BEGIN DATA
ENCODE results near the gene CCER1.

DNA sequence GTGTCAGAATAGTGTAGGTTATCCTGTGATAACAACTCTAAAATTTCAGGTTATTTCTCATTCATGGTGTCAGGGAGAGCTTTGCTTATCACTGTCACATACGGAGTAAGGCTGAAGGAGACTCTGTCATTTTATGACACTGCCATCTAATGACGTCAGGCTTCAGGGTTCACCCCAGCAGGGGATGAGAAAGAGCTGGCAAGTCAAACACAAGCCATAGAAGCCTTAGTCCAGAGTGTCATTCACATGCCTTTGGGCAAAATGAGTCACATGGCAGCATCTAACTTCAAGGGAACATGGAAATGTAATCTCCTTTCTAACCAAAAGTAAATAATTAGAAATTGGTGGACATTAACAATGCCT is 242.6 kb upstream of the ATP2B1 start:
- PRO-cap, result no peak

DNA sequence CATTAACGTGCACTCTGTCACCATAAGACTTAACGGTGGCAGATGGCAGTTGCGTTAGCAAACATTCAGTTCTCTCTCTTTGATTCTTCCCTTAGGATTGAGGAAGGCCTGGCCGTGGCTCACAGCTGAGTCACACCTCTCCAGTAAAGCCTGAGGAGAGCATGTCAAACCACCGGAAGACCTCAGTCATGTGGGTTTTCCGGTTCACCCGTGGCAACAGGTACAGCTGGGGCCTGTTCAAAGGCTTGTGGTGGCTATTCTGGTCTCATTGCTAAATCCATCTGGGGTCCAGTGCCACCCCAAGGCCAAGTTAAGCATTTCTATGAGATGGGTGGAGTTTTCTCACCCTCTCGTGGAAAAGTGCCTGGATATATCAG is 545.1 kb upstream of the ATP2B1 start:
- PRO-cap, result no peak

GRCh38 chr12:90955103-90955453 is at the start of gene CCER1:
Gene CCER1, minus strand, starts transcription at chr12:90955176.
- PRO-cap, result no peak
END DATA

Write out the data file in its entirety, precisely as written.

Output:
ENCODE results near the gene CCER1.

DNA sequence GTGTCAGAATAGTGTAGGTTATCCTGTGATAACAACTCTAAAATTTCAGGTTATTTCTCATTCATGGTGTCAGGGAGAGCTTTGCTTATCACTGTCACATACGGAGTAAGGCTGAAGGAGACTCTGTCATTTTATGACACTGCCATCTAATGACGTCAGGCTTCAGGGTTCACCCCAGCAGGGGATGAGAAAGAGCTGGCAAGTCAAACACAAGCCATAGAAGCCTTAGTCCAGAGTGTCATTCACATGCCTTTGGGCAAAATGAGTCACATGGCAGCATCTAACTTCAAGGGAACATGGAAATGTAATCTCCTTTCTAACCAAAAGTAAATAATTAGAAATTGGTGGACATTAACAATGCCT is 242.6 kb upstream of the ATP2B1 start:
- PRO-cap, result no peak

DNA sequence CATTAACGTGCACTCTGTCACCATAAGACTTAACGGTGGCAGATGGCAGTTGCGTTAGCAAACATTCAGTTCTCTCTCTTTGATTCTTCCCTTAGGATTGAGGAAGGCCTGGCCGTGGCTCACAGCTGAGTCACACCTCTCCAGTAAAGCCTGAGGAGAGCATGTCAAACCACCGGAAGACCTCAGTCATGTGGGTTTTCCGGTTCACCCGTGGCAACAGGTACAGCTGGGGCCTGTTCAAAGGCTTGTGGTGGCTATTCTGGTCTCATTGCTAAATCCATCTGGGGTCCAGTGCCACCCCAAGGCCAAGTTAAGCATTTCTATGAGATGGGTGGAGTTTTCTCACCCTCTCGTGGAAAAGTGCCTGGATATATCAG is 545.1 kb upstream of the ATP2B1 start:
- PRO-cap, result no peak

GRCh38 chr12:90955103-90955453 is at the start of gene CCER1:
Gene CCER1, minus strand, starts transcription at chr12:90955176.
- PRO-cap, result no peak